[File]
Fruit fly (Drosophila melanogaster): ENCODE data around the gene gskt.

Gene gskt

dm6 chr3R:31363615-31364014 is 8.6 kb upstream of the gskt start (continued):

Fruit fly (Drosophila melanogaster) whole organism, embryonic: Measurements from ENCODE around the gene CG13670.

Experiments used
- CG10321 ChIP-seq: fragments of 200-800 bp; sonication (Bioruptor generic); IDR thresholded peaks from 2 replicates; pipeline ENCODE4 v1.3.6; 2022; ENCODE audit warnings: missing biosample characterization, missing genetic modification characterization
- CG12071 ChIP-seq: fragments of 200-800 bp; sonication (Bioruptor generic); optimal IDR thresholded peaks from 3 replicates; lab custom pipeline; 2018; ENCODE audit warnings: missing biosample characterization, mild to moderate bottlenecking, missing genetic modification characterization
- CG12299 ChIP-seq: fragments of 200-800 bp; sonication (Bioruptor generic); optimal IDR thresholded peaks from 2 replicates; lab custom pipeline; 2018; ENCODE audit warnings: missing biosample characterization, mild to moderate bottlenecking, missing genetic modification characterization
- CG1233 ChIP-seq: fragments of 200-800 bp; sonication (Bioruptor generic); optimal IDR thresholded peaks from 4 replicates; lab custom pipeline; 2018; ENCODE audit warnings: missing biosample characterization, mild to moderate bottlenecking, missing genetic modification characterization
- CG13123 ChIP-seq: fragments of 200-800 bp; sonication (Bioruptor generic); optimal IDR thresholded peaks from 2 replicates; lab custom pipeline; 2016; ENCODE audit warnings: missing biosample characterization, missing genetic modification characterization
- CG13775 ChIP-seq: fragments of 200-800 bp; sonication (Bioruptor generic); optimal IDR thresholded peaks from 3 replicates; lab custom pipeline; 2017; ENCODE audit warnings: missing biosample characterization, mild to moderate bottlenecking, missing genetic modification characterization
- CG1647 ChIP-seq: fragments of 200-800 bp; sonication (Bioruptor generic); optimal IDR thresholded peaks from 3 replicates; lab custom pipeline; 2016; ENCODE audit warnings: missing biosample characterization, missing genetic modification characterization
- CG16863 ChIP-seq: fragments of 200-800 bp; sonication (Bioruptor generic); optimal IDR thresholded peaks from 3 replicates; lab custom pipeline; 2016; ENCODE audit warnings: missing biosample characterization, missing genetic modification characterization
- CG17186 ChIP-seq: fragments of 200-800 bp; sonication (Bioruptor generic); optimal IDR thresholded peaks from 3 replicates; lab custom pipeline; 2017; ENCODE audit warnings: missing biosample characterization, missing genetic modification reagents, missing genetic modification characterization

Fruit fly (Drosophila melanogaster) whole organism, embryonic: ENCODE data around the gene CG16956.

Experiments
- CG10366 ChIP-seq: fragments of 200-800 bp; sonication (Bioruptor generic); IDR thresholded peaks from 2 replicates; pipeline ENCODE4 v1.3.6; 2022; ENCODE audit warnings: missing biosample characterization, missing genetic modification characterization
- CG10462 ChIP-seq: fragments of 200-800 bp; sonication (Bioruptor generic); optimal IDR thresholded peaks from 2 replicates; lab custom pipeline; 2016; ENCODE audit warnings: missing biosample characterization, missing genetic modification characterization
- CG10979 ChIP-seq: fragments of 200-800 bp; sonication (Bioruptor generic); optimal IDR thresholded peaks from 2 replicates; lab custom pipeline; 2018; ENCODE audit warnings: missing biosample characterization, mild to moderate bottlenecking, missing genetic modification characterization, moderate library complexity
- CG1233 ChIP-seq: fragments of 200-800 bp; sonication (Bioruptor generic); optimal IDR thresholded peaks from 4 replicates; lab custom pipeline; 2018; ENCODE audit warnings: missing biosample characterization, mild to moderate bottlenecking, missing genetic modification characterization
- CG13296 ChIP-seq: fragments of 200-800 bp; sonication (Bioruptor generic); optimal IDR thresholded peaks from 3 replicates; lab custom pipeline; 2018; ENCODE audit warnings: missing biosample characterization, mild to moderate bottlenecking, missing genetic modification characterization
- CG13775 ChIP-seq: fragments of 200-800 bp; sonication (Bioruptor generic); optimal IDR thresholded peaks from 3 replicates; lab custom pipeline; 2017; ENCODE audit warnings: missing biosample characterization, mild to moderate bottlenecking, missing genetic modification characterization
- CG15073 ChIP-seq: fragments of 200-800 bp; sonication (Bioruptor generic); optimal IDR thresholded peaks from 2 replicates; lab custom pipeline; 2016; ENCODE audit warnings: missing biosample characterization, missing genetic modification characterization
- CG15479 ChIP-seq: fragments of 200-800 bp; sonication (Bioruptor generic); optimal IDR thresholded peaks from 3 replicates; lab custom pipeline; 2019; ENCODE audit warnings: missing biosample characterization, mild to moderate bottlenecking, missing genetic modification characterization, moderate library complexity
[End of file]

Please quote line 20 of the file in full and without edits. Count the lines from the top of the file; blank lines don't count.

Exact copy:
- CG1233 ChIP-seq: fragments of 200-800 bp; sonication (Bioruptor generic); optimal IDR thresholded peaks from 4 replicates; lab custom pipeline; 2018; ENCODE audit warnings: missing biosample characterization, mild to moderate bottlenecking, missing genetic modification characterization